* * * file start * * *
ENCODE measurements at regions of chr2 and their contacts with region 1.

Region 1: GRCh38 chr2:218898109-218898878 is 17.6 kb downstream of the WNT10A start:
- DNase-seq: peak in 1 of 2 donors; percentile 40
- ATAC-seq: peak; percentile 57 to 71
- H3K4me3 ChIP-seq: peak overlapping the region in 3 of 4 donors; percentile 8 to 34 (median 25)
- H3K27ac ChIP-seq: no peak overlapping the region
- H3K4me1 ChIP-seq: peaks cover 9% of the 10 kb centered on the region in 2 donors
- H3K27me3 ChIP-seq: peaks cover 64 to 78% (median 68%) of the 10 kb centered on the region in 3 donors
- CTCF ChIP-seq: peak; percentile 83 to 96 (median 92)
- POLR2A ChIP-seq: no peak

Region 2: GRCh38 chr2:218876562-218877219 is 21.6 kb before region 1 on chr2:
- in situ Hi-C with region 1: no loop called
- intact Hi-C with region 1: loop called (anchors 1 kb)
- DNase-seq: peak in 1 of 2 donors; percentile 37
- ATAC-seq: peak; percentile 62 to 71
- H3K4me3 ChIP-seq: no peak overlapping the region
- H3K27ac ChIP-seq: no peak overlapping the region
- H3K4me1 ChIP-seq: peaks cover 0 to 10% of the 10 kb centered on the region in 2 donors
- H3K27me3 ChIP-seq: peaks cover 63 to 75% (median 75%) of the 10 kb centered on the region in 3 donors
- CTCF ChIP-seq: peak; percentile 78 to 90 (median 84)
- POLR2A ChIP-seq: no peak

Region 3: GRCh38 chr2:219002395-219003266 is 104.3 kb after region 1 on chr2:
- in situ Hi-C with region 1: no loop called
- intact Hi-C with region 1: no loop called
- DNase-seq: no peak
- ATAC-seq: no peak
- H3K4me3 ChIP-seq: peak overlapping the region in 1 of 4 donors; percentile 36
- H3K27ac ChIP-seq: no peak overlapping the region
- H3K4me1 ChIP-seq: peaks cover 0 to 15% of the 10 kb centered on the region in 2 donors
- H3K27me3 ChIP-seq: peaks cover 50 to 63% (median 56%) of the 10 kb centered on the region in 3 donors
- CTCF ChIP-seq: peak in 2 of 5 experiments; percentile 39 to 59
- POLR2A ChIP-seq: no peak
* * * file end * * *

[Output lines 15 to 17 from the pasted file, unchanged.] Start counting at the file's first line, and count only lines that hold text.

- ATAC-seq: peak; percentile 62 to 71
- H3K4me3 ChIP-seq: no peak overlapping the region
- H3K27ac ChIP-seq: no peak overlapping the region